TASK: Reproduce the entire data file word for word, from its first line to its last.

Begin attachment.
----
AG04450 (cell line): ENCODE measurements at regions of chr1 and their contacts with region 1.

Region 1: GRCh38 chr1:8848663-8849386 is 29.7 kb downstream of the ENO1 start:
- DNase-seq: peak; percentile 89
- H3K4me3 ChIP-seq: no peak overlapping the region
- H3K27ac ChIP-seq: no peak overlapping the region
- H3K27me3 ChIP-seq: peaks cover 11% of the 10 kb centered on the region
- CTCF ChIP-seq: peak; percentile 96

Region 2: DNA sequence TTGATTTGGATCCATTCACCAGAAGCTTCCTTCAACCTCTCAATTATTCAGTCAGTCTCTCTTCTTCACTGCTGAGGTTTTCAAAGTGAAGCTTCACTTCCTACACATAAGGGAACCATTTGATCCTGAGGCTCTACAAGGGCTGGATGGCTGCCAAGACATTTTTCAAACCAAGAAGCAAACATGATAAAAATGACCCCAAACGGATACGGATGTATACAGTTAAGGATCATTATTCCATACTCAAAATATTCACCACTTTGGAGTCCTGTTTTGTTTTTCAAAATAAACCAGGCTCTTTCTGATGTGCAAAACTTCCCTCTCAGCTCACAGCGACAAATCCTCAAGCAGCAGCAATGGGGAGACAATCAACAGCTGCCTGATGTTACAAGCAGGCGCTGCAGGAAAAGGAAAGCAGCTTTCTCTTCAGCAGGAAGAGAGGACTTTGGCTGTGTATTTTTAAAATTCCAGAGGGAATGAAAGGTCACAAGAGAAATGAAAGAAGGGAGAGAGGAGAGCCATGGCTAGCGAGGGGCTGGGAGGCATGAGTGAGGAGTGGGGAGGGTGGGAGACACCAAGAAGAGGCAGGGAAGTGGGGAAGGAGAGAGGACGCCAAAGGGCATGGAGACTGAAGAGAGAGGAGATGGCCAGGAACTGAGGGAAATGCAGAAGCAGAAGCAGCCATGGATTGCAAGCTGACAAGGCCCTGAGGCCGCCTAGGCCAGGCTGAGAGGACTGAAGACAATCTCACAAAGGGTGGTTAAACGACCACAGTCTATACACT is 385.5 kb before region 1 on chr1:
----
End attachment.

AG04450 (cell line): ENCODE measurements at regions of chr1 and their contacts with region 1.

Region 1: GRCh38 chr1:8848663-8849386 is 29.7 kb downstream of the ENO1 start:
- DNase-seq: peak; percentile 89
- H3K4me3 ChIP-seq: no peak overlapping the region
- H3K27ac ChIP-seq: no peak overlapping the region
- H3K27me3 ChIP-seq: peaks cover 11% of the 10 kb centered on the region
- CTCF ChIP-seq: peak; percentile 96

Region 2: DNA sequence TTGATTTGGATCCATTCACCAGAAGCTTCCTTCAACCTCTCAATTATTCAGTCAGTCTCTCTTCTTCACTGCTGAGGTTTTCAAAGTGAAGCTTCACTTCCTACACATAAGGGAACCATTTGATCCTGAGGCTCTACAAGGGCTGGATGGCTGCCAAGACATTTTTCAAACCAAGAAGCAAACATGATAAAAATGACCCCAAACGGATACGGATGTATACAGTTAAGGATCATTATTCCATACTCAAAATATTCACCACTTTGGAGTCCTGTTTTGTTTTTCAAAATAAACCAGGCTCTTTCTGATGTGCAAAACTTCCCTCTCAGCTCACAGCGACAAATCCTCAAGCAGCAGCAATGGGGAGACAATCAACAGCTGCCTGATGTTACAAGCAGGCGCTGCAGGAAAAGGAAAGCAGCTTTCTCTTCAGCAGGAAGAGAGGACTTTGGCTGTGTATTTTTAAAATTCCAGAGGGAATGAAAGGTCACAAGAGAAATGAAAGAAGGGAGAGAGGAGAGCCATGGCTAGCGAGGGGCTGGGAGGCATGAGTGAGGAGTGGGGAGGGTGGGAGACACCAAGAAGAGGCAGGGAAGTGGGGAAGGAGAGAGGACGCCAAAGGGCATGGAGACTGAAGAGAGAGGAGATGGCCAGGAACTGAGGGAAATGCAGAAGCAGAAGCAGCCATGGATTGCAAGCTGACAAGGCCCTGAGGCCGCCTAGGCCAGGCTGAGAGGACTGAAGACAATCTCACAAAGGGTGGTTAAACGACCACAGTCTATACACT is 385.5 kb before region 1 on chr1: